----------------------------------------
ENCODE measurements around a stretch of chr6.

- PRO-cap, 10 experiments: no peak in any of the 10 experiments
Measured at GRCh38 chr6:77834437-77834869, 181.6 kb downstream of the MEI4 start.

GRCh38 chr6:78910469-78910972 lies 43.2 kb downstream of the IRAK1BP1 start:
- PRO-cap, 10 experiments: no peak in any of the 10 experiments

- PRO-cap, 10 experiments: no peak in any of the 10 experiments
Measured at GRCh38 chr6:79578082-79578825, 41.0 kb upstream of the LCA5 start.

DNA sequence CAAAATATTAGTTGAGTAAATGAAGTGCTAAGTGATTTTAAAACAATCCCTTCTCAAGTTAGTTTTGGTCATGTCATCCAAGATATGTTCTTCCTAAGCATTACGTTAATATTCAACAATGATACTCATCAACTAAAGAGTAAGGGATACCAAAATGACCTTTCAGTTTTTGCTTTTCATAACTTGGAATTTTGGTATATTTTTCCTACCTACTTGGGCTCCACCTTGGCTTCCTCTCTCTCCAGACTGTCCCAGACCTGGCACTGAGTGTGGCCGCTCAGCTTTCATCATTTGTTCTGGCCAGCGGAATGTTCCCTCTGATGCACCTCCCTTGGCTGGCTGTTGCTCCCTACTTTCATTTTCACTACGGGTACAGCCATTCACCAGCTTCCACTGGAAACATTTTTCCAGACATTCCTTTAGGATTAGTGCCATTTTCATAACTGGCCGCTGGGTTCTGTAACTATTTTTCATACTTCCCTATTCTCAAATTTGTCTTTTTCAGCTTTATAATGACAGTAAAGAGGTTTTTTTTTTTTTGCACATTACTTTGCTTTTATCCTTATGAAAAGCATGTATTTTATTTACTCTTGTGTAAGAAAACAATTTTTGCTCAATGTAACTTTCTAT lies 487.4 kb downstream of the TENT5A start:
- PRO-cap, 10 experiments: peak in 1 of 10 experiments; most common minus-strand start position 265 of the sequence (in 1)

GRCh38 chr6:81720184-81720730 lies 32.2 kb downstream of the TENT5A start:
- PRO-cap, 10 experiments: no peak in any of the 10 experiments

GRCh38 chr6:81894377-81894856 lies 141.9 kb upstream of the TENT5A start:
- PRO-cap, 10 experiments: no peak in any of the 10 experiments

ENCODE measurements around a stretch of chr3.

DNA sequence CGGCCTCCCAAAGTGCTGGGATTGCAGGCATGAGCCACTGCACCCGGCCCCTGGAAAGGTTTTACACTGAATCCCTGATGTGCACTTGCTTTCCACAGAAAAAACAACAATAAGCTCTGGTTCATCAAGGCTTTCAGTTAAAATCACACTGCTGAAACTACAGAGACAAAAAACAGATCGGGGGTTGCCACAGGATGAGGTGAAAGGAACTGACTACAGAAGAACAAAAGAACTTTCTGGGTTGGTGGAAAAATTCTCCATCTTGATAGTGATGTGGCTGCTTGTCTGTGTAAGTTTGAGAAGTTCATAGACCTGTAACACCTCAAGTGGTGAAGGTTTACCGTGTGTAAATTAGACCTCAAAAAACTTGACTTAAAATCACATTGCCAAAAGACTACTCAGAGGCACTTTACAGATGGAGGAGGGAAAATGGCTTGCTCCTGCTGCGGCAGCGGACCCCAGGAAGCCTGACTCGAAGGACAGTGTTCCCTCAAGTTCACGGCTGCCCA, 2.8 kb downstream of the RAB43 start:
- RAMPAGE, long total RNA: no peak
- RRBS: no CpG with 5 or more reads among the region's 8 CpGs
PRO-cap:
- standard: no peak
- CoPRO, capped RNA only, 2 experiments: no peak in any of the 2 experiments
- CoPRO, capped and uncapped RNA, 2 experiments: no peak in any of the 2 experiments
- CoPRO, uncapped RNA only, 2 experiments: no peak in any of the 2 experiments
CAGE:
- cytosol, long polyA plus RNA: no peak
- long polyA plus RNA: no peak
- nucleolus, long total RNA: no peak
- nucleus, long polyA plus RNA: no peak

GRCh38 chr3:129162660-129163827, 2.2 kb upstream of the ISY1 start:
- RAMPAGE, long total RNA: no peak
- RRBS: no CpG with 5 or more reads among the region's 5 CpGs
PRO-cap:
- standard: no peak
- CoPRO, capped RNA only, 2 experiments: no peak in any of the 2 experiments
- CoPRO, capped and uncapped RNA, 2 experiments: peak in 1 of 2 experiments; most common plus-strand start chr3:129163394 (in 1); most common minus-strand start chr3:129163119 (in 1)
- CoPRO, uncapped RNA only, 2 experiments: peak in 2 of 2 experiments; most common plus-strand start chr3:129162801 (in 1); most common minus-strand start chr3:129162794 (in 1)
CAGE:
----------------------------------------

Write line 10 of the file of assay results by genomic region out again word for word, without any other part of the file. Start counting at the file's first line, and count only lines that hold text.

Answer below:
GRCh38 chr6:81720184-81720730 lies 32.2 kb downstream of the TENT5A start: